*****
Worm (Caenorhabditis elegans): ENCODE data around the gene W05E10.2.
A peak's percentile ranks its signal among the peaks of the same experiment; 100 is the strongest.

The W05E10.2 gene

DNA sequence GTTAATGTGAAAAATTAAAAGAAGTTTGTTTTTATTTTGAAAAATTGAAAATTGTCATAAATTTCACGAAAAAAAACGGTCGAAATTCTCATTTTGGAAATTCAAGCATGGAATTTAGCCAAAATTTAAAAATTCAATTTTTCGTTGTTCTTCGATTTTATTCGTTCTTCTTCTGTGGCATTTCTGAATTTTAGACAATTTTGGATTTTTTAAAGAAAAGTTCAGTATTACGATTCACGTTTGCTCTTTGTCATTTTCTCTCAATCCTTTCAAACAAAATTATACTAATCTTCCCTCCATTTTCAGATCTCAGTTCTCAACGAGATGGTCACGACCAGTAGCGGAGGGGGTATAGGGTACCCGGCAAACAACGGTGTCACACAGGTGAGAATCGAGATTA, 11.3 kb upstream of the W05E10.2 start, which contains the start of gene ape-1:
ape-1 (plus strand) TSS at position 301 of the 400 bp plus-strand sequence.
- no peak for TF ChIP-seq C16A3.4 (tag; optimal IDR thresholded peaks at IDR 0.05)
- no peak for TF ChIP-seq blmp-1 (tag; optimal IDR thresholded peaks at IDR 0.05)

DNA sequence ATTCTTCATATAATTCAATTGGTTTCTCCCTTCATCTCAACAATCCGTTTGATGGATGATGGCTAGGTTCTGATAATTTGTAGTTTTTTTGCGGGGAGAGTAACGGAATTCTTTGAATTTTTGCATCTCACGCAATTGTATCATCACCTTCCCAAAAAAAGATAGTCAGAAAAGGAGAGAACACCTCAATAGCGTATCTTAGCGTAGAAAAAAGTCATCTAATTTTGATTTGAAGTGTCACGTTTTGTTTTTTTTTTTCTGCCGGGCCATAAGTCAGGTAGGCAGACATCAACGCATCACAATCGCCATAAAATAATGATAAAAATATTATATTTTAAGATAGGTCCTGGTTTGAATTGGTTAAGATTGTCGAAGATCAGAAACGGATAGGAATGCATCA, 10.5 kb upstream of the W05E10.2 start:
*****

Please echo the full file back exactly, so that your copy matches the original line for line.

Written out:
Worm (Caenorhabditis elegans): ENCODE data around the gene W05E10.2.
A peak's percentile ranks its signal among the peaks of the same experiment; 100 is the strongest.

The W05E10.2 gene

DNA sequence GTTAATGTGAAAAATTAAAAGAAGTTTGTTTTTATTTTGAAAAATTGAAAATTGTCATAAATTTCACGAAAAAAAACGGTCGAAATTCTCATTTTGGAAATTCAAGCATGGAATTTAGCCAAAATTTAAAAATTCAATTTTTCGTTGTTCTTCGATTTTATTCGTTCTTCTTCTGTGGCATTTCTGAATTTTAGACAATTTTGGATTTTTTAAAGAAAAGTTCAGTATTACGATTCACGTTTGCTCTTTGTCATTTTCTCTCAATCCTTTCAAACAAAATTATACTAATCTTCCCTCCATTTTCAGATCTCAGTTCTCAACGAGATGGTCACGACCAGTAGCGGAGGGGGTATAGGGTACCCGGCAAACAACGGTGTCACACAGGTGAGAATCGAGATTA, 11.3 kb upstream of the W05E10.2 start, which contains the start of gene ape-1:
ape-1 (plus strand) TSS at position 301 of the 400 bp plus-strand sequence.
- no peak for TF ChIP-seq C16A3.4 (tag; optimal IDR thresholded peaks at IDR 0.05)
- no peak for TF ChIP-seq blmp-1 (tag; optimal IDR thresholded peaks at IDR 0.05)

DNA sequence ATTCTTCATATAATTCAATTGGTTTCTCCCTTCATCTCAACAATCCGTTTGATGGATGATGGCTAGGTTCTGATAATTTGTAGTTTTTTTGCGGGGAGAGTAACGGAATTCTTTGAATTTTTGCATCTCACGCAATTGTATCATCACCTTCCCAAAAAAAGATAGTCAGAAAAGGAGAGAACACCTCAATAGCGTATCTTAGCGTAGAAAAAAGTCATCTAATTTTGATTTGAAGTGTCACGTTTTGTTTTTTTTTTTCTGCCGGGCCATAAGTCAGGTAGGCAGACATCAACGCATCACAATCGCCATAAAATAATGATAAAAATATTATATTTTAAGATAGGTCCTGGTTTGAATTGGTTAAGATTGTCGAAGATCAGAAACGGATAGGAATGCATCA, 10.5 kb upstream of the W05E10.2 start: